With every episode of the show’s sixth season attracting over 5 million viewers to Sky Atlantic, Game of Thrones is indisputably Sky’s most successful and lucrative programme ever. Among our YouGov panel it remains the highest rated TV drama, and is ranked as the UK’s second favourite TV show, standing only behind The Great British Bake Off. Such popularity is all the more impressive when one takes into account the fact that many of our panellists don’t even have access to Sky channels.

Yet when one looks at Sky’s other TV offerings, the difference is stark. Only one other show Sky broadcasts, The Simpsons, made it into our panel’s Top 50 TV shows, at number 45. And combined with the fact that Game of Thrones has consistently been named as the most pirated TV show of all time, the benefits to Sky of broadcasting the show haven’t been as pronounced as they could have been.

While those fans of Game of Thrones who do have a Sky subscription do tend to have a significantly better perception of the company and its value for money than the UK population as a whole, even this group have expressed their doubts about keeping their subscriptions long term. 25% of them feel that they’ve got too many subscriptions for media, far higher than the national average of 13%. And once the show concludes in two seasons time, is there anything to stop Game of Thrones fans from deciding that, when it comes to their Sky subscription, their watch will be ending?

The perceived problem with Sky is that its service isn’t flexible enough. In a recent survey, we found that 75% of the Sky customers we interviewed would prefer a Sky package where they could choose which channels they paid for. Many pay for extra streaming services like Netflix or Amazon Prime on top of their Sky subscription, and this proportion is even higher among former customers of Sky. It’s clear that once Sky customers have grown accustomed to streaming media content, their Sky subscription looks less and less like good value for money.

The effects of Sky’s inflexibility are widespread, but are particularly prominent within the example of Game of Thrones, simply because the viewership is so large, and because the show’s relatively young audience is slightly more tech savvy than the nation as a whole. The Game of Thrones fans among our panel are significantly more likely than average to admit that they use free streaming sites to watch media content, and a whopping 46% would list streaming as one of their top online activities- that’s 15% above the national average. As the costs of Sky are perceived as increasingly prohibitive, the show’s fans have no scruples about finding cheaper sources, and it’s not hard to imagine that this behaviour will become ever more prevalent among TV audiences.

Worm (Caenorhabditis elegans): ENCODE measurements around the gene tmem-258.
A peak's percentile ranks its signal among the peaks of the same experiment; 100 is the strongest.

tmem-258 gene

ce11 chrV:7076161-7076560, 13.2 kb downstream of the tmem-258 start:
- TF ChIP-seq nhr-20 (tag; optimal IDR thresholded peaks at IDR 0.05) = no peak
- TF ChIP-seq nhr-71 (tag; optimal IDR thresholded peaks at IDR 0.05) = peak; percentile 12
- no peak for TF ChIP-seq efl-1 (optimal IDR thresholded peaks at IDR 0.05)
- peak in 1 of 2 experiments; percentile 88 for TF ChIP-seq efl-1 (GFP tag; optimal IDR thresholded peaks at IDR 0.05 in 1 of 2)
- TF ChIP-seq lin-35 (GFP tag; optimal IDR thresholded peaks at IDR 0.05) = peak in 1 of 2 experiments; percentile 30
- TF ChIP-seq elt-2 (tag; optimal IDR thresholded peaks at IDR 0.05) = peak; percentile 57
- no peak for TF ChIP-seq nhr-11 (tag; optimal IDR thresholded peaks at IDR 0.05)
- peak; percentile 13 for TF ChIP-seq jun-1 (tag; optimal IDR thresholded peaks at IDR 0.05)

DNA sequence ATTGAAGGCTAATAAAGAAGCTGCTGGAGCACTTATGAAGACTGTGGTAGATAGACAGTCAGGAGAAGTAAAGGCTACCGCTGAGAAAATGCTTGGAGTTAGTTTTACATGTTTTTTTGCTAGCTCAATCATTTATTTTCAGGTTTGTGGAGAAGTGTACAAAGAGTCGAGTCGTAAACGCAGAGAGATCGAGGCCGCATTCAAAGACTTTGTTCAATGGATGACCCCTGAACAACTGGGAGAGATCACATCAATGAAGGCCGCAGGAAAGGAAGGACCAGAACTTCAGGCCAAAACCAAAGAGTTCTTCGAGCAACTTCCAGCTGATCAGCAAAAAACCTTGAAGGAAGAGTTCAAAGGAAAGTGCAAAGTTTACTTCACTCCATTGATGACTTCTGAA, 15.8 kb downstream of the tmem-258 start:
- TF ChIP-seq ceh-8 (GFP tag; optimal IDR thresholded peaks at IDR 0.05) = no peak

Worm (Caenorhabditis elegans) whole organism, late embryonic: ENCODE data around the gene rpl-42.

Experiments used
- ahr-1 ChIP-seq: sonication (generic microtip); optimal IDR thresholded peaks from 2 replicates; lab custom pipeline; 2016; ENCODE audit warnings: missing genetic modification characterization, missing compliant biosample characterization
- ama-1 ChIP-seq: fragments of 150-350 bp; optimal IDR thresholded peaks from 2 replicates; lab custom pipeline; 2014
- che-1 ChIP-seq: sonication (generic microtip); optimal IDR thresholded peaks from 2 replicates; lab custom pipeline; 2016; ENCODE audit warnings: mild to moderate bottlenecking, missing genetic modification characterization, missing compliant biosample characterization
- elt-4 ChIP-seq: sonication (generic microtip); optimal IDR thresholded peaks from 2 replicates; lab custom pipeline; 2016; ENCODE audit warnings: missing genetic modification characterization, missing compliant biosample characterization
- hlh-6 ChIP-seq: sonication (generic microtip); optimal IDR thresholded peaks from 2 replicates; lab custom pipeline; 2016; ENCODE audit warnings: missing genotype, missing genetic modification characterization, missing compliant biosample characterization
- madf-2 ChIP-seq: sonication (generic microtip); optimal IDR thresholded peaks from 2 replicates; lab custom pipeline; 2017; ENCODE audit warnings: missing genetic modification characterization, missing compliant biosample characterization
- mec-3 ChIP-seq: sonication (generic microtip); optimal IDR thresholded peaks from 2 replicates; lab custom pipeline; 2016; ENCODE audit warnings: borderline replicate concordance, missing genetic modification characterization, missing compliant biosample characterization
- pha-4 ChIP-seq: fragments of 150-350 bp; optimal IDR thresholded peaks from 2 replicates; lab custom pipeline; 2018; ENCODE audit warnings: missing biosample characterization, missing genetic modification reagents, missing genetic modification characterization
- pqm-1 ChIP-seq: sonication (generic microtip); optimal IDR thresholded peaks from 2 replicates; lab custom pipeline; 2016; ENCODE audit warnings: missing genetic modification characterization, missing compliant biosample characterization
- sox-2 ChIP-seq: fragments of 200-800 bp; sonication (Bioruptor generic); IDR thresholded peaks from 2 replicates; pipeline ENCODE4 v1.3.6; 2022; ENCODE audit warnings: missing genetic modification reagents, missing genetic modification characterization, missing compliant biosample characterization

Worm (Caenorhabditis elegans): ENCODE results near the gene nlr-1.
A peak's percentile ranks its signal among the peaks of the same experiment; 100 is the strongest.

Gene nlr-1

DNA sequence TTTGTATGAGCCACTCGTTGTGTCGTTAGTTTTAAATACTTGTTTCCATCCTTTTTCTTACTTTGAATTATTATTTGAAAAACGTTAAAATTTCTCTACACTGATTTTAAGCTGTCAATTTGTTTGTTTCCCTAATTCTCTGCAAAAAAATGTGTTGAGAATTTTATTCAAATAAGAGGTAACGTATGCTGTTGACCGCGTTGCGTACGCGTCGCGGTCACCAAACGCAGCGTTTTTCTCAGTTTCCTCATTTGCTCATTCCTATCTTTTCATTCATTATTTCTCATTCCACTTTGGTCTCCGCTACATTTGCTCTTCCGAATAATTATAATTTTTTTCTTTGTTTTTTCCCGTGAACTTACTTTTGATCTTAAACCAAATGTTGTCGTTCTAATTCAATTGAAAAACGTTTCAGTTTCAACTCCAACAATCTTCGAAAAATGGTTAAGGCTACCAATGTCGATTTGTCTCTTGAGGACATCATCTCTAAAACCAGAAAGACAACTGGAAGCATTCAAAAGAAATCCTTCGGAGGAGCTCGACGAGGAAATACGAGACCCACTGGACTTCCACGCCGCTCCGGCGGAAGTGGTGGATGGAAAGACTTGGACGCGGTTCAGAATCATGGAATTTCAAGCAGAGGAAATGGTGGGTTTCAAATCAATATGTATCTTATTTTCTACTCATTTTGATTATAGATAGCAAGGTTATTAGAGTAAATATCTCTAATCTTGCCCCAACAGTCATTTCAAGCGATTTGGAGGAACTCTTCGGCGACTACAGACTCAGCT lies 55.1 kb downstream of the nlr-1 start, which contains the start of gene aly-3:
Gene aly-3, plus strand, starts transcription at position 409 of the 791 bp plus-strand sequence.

And why shouldn’t it? Both British and European courts have ruled that while producing pirate copies of films and TV shows remains illegal, streaming them temporarily is not a crime, and despite Sky’s best efforts, there seems little to stop more and more TV audiences from adopting this method of watching their favourite shows.

A few years ago a TV subscription seemed to be the only way to access thousands of TV shows and channels; Sky commanded a reputation as the best of these providers, and charged accordingly. But today’s consumers are more aware of the diverse ways to watch their favourite films and TV shows, and Sky’s premium reputation is now derived less from offering a better service than its competitors, and more from its increasingly premium price tag. The worsening reputation of BskyB is also partially due to a widespread dislike of majority shareholder Rupert Murdoch, as demonstrated by several YouGov surveys. In many of our surveys on Sky services, this Tywin Lannister of telly is frequently cited as the key reason why consumers will actively seek out a way to avoid paying for Sky content.

While Sky’s representatives maintain that the service still embodies value for money, it’s clear that the British public aren’t so sure. Compiling brand perception data from the last 18 months, we’ve found that the number of our YouGov panel claiming Sky to be good value for money has never exceeded the number who argue the opposite, and the margin between the two is only widening.

Sky needs to diversify its content, but this alone won’t lead to significant changes. The new HBO series Westworld, premiered on Sky Atlantic last week, demonstrates this point well. While the majority of viewers rated the show positively, the UK audience as yet remains relatively small. In the USA meanwhile, HBO is allowing non-subscribers to watch the show for free in an attempt to draw in a wider fan base than existing customers alone. Sky may look to combine similar, more innovative ways of attracting audiences with a concerted effort to make viewing more flexible, and cheaper. Without getting accustomed to the growing power of its competitors, and making changes to accommodate them, the broadcaster’s popularity is only set to dwindle further. Because whether Sky likes it or not, there just isn’t a convenient way to get rid of them all…

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